Ian Anderson, BA ’07, MPA ‘09
Recent MPA grad puts his specialized skills to use as Reseach Director for the Project on Violent Conflict
Ian Anderson, a 2009 graduate of the Rockefeller College of Public Affairs & Policy, recently began the job of research director for the newly created Project on Violent Conflict (PVC). As research director, he will continue to work with PVC co-directors Dr. Victor Asal and Dr. R. Karl Rethemeyer on a number of federally funded projects from Department of Homeland Security (DHS) and Department of Defense (DoD). Anderson began this work with Dr. Asal in 2005 as an undergraduate researcher working on the Big Allied and Dangerous 1 (BAAD) project, a dataset containing organizational and network data for 395 terrorist organizations operating from 1998-2005. As an undergraduate, he was awarded funding from the National Consortium for the Study of Terrorism and Responses to Terrorism (START), a DHS Center of Excellence, in their undergraduate research program. This funded his continued work on BAAD, as well as personal research projects on terrorist targeting and tactics. Anderson has also has the opportunity to present this work at multiple DHS-sponsored conferences, and recently had a paper he co-authored, titled “The Softest of Targets: A Study on Terrorist Target Selection” published in the Journal of Applied Security Research (JASR).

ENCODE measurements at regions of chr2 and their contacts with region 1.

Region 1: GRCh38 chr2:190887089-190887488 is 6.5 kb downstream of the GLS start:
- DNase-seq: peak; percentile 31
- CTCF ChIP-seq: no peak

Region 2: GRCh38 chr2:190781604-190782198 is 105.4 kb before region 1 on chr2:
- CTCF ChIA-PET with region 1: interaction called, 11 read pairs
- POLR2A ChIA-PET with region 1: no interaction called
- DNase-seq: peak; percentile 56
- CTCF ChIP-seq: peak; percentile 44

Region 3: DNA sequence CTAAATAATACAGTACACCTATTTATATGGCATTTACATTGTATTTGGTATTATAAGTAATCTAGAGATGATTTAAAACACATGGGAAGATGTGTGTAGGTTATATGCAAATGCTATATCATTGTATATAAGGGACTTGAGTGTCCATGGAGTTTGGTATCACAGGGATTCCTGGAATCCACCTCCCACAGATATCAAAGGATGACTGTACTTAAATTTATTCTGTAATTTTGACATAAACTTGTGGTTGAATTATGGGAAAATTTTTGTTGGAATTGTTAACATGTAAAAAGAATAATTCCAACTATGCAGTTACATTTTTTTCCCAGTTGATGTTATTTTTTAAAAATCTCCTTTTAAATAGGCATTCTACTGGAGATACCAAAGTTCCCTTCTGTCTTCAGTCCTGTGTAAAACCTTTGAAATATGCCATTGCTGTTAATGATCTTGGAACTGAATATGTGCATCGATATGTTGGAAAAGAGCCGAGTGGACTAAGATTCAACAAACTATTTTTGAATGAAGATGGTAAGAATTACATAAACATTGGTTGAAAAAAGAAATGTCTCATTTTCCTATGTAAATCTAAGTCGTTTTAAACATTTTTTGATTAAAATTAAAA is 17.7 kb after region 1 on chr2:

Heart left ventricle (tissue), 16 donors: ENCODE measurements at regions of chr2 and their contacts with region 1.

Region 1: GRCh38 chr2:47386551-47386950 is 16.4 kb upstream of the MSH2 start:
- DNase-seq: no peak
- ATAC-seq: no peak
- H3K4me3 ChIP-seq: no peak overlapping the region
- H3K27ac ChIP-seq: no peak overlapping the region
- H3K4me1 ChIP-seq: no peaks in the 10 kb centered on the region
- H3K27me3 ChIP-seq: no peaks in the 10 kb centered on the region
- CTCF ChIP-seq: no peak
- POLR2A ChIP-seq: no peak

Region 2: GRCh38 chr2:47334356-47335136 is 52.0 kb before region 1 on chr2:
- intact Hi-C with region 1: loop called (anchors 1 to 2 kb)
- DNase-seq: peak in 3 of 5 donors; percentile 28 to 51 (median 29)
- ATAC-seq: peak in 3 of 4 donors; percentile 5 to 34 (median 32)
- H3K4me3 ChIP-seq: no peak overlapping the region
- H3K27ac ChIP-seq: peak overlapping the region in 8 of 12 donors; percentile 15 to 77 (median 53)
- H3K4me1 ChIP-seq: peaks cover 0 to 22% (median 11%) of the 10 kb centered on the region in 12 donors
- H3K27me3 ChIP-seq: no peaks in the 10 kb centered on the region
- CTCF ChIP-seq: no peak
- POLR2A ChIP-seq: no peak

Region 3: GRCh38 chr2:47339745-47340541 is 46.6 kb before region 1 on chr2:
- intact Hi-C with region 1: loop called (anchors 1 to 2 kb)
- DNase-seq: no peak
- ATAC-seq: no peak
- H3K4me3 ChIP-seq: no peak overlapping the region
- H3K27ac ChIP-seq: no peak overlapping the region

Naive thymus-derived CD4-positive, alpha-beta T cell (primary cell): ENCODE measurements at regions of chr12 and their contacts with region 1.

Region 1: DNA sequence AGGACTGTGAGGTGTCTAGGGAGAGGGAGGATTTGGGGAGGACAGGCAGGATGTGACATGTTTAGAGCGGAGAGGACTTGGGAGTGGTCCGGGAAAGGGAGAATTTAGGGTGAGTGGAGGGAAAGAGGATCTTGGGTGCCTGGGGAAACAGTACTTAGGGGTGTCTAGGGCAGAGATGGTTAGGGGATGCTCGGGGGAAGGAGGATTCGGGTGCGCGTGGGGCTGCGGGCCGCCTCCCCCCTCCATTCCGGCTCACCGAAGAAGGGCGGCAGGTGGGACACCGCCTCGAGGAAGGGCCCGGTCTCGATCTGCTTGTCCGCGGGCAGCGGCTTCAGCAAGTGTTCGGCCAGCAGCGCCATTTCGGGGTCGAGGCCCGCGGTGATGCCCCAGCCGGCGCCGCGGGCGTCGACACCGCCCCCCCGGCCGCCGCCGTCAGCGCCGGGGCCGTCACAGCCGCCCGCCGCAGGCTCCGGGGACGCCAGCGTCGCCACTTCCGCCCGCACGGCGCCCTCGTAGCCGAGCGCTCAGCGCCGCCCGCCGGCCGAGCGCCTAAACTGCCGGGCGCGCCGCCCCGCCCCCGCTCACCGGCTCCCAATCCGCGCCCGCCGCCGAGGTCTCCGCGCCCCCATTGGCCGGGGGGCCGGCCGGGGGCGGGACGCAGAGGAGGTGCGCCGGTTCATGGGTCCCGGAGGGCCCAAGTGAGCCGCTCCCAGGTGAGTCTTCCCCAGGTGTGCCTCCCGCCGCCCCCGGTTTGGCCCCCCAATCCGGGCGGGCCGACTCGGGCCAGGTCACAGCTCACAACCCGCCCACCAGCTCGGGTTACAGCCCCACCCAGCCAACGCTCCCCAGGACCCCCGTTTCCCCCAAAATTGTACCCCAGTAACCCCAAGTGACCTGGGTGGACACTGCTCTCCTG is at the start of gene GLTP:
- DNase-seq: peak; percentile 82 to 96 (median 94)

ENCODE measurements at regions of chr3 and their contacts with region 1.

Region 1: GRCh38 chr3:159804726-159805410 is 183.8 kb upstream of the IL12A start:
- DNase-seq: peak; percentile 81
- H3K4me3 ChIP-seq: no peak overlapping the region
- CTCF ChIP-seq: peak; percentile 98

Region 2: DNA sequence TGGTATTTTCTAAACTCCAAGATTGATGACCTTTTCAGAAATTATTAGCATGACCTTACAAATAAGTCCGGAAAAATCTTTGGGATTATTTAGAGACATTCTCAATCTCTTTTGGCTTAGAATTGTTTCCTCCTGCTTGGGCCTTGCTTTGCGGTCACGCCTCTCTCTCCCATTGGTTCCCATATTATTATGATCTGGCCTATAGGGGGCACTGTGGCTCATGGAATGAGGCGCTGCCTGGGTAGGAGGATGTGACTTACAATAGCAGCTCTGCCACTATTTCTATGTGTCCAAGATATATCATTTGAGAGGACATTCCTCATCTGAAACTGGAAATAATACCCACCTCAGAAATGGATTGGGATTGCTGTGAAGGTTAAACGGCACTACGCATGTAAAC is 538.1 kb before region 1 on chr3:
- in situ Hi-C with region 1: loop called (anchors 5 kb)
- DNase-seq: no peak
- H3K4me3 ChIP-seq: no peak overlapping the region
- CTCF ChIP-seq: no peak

Anderson received his Master of Public Administration with a concentration in Homeland Security from Rockefeller in May of 2009. While a student, he served as president of the Public Affairs Student Association (PASA) for the 2008-2009 academic year. He attended the University at Albany as an undergraduate, graduating with a BA in Political Science, with a concentration in International Relations. Anderson’s research interests include terrorist organizational and network dynamics, intelligence analysis, terrorist targeting patterns, and geo-politics. Aside from his work in political violence research, he has been involved in politics at the local, state, and national levels.